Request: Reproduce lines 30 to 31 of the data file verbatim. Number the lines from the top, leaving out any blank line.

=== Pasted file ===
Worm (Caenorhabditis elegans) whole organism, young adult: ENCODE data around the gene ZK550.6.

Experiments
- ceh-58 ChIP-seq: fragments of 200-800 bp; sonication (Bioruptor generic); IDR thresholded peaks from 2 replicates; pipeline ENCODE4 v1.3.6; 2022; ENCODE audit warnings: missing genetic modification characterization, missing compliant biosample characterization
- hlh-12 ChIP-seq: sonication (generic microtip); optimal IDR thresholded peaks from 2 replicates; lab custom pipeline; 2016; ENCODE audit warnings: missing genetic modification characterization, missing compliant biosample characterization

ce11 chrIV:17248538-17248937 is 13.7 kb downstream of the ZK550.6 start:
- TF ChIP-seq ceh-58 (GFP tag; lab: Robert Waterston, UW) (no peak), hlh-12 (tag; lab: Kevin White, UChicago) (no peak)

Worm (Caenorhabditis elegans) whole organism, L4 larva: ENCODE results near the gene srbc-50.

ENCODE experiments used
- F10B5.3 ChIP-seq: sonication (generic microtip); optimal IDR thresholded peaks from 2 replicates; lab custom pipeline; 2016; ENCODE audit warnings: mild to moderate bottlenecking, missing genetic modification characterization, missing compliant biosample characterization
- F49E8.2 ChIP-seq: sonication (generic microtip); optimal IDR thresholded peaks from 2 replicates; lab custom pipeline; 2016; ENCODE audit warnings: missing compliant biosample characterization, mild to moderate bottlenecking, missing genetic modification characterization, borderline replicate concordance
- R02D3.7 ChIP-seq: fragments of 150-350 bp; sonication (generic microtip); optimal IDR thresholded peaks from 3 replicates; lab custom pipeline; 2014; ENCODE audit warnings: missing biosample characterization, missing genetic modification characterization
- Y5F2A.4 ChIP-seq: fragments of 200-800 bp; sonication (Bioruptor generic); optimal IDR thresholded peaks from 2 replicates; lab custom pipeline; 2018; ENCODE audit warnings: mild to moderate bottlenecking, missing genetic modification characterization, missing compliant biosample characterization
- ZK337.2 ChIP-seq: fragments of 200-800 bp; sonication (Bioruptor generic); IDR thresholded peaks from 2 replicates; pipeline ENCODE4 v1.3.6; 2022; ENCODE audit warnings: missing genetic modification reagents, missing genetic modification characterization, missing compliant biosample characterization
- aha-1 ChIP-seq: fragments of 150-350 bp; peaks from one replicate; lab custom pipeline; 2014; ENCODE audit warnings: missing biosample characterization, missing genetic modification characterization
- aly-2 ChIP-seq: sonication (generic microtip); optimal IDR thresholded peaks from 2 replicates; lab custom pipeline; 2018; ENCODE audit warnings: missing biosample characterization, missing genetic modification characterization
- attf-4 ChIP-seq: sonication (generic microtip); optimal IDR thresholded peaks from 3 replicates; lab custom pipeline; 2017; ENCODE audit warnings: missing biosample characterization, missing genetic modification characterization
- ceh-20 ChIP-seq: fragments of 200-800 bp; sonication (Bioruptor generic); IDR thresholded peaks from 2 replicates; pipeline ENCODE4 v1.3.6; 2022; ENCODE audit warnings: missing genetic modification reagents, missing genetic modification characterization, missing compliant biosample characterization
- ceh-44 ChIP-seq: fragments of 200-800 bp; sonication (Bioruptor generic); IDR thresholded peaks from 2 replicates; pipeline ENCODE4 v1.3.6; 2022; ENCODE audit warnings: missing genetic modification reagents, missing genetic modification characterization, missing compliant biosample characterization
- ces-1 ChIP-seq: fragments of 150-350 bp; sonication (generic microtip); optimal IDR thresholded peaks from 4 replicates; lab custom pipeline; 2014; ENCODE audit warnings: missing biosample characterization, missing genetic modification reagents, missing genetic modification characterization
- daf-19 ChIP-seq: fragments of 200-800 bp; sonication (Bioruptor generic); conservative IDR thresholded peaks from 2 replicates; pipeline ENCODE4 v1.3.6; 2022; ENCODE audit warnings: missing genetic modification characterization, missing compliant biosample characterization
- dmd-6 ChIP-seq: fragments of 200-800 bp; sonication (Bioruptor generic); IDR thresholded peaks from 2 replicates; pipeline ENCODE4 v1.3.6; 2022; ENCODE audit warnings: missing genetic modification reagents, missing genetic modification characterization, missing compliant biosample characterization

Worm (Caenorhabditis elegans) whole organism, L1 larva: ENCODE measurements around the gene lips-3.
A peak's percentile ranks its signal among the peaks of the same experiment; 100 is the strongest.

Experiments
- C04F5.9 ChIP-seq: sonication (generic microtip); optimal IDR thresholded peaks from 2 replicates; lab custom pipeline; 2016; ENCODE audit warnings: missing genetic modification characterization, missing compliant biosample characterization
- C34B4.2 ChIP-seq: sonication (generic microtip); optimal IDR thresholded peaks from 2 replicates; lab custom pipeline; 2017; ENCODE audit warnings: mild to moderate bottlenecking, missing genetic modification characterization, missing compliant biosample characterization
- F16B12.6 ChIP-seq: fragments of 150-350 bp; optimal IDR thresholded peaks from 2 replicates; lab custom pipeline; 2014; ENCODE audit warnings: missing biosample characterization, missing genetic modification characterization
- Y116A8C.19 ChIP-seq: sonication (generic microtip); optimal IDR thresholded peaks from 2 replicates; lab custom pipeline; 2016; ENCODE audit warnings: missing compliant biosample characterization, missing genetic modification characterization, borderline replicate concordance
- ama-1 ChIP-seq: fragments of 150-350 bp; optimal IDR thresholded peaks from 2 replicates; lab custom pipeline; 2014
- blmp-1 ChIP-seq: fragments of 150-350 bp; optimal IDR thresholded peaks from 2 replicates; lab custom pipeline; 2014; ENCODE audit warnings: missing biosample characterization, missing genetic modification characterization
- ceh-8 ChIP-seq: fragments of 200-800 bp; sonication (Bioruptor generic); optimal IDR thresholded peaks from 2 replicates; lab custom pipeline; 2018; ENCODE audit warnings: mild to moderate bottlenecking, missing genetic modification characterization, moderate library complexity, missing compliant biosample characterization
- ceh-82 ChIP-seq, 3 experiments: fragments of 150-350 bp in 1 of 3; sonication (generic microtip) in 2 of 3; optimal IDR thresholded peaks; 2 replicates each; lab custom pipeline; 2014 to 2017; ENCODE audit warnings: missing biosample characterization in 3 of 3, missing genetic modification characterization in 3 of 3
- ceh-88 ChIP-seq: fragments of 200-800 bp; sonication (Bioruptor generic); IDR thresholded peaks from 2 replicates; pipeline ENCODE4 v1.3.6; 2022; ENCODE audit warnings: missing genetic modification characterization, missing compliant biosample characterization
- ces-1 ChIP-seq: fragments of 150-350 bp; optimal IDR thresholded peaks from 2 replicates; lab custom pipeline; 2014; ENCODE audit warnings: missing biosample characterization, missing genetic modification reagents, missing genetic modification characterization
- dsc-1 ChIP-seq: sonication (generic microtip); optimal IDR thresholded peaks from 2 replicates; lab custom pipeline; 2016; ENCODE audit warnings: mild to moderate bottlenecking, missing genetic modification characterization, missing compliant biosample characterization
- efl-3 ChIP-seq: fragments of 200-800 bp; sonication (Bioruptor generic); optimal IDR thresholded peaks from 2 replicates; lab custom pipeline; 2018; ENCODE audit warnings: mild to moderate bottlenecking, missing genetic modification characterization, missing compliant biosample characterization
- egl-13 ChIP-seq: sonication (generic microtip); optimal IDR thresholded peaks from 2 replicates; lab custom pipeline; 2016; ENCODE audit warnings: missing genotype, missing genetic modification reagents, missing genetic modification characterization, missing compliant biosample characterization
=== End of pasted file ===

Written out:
- blmp-1 ChIP-seq: fragments of 150-350 bp; optimal IDR thresholded peaks from 2 replicates; lab custom pipeline; 2014; ENCODE audit warnings: missing biosample characterization, missing genetic modification characterization
- ceh-8 ChIP-seq: fragments of 200-800 bp; sonication (Bioruptor generic); optimal IDR thresholded peaks from 2 replicates; lab custom pipeline; 2018; ENCODE audit warnings: mild to moderate bottlenecking, missing genetic modification characterization, moderate library complexity, missing compliant biosample characterization